Journal of Family and Economic Issues

, Volume 25, Issue 1, pp 7–23 | Cite as

The Effects of Work and Community Resources and Demands on Family Integration

  • Patricia Voydanoff


This paper uses interviews with 1,156 married dual-earner parents of children aged 10–17 from the 1992–1994 National Survey of Families and Households to examine relationships between work and community resources and demands and two aspects of family integration: activities with adolescents and family cohesion. The results indicate that mothers' shorter paid work hours and fathers' lower participation in community-professional organizations and moderate and high levels of informal helping are positively related to activities with adolescents, whereas moderate and high levels of participation in organized youth activities are positively related to family integration. Community-based subjective resources are positively related to family integration, whereas work-based subjective demands are negatively related to family cohesion. The findings generally are similar for mothers and fathers.

community participation economic strain family integration paid work hours resources demands 


Unable to display preview. Download preview PDF.

Unable to display preview. Download preview PDF.


  1. Almeida, D. M., Maggs, J. L., & Galombos, N. L. (1993). Wives' employment hours and spousal participation in family work. Journal of Family Psychology, 7, 233-244.Google Scholar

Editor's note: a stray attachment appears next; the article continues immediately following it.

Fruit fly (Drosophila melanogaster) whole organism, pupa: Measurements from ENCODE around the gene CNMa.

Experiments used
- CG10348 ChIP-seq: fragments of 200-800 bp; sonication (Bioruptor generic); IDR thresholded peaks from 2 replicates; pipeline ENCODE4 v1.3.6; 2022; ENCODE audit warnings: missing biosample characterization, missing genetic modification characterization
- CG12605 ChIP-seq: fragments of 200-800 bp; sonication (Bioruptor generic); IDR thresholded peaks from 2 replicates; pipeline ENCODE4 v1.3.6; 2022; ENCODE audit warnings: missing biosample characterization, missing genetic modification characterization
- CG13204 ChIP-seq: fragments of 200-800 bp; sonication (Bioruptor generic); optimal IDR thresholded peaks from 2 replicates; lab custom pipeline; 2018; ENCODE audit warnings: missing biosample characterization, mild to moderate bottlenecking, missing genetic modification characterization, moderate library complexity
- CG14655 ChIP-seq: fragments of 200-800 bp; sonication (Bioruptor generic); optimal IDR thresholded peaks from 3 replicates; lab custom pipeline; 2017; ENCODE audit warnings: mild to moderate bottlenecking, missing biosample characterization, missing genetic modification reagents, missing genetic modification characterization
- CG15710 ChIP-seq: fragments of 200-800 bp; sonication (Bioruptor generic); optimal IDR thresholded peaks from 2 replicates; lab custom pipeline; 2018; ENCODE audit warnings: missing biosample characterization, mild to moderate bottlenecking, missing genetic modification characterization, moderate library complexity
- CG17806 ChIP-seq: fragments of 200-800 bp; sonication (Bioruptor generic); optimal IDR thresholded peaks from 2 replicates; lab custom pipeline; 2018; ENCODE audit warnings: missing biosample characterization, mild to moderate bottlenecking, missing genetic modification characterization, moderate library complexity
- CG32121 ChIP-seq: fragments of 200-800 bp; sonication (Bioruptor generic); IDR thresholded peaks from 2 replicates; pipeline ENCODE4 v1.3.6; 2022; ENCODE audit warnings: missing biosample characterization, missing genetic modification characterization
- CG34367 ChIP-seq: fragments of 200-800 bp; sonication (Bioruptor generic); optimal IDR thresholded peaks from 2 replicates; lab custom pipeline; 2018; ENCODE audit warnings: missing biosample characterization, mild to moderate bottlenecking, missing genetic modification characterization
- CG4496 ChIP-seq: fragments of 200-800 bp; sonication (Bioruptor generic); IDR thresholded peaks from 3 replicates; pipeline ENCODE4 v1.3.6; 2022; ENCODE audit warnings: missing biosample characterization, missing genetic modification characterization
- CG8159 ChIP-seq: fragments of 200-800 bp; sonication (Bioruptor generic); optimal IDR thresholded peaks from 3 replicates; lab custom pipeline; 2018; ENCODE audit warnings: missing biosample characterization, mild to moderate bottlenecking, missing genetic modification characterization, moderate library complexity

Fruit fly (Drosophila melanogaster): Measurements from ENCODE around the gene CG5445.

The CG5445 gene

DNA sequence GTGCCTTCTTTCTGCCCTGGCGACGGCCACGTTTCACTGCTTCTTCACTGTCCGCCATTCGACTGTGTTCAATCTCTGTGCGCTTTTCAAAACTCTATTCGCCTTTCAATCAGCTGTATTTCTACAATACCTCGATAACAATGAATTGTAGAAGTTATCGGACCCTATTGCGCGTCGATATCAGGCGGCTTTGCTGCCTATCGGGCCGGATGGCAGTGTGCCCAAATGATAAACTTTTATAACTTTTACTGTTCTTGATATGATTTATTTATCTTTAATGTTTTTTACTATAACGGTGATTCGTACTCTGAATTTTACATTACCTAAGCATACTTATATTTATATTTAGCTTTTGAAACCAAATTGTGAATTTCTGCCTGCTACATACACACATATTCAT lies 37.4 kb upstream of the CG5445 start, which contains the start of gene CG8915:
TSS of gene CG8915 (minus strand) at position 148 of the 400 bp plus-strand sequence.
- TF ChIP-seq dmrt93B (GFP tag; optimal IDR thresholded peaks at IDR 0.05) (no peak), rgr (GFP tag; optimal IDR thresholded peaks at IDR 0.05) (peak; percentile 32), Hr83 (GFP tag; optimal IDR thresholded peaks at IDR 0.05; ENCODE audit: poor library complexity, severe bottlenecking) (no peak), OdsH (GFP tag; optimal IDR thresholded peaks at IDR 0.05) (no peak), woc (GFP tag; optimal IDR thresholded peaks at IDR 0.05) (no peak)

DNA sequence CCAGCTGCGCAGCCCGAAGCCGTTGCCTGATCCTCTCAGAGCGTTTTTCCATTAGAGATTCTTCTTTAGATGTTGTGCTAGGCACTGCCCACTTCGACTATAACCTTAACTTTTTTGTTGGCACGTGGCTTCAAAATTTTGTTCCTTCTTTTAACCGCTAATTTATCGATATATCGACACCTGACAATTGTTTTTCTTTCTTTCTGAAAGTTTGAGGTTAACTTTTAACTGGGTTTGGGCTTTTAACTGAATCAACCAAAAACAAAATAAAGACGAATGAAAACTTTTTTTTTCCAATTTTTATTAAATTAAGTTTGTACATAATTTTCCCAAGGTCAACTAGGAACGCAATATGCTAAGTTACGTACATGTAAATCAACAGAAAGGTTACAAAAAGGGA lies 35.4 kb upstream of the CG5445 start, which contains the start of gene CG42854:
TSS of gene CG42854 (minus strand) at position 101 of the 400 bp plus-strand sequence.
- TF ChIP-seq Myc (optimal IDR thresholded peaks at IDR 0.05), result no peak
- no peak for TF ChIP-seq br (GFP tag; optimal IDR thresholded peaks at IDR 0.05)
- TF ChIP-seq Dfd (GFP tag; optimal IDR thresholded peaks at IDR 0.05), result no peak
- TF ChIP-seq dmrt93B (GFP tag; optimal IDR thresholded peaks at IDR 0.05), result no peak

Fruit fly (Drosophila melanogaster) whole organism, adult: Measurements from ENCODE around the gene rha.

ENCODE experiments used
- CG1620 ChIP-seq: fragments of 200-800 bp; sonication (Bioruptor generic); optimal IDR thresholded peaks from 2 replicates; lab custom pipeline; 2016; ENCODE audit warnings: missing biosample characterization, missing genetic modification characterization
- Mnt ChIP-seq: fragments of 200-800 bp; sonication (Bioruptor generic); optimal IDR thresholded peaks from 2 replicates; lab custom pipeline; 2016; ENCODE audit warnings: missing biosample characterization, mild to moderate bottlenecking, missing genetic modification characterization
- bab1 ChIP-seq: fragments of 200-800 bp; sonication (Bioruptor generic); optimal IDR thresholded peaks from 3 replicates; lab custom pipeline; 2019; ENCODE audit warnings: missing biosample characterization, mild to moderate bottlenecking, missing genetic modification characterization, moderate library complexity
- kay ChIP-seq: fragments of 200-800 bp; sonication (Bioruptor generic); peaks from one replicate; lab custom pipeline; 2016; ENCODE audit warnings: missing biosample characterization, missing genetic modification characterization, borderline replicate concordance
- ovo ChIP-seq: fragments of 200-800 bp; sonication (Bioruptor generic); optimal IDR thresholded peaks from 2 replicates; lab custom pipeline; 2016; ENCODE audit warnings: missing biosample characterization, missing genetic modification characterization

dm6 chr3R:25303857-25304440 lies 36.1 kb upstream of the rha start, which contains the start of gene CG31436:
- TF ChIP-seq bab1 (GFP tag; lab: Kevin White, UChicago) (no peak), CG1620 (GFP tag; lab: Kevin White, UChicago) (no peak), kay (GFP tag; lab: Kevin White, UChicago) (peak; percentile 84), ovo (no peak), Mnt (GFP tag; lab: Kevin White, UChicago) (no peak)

2. Barber, B. K., & Buehler, C. (1996). Family cohesion and enmeshment. Journal of Marriage and the Family, 58, 433-441.Google Scholar
  3. Barnett, R. C., Brennan, R. T., Raudenbush, S. W., Pleck, J. H., & Marshall, N. L. (1995). Change in job and marital experiences and change in psychological distress. Journal of Personality and Social Psychology, 69, 839-850.Google Scholar
  4. Barnett, R. C., & Hyde, J. S. (2001). Women, men, work, and family: An expansionist theory. American Psychologist, 56, 781-796.Google Scholar
  5. Bronfenbrenner, U. (1989). Ecological systems theory. Annals of Child Development, 6, 187-249.Google Scholar
  6. Bryant, W. K., & Zick, C. D. (1996). An examination of parent-child shared time. Journal of Marriage and the Family, 58, 227-237.Google Scholar
  7. Chen, Q., & Luo, Y. (2000, August). What matters more, jobs or children? A study of time use and experience of happiness among dual-earner couples. Paper presented at the annual meetings of the American Sociological Association, Washington, DC.Google Scholar
  8. Clark, S. C. (2001). Work cultures and work/family balance. Journal of Vocational Behavior, 58, 348-365.Google Scholar
  9. Crouter, A. C., Jenkins-Tucker, C., Head, M. R., & McHale, S. M. (2002, March). Family time and adolescent psycho-social well-being. Paper presented at the conference, Time Pressure, Work-family Interface and Parent-child Relationships, Kitchener-Waterloo, Ontario, Canada.Google Scholar
  10. Demerouti, E., Bakker, A. B., Nachreiner, F., & Schaufeli, W. B. (2001). The job demands-resources model of burnout. Journal of Applied Psychology, 86, 499-512.Google Scholar
  11. Downey, D. B. (1995). When bigger is not better. American Sociological Review, 60, 746-761.Google Scholar
  12. Farrell, M. P., & Barnes, G. M. (1993). Family systems and social support: A test of the effects of cohesion and adaptability on the functioning of parents and adolescents. Journal of Marriage and the Family, 55, 119-132.Google Scholar
  13. Fredriksen-Goldsen, K. I., & Scharlach, A. E. (2001). Families and work. New York: Oxford University Press.Google Scholar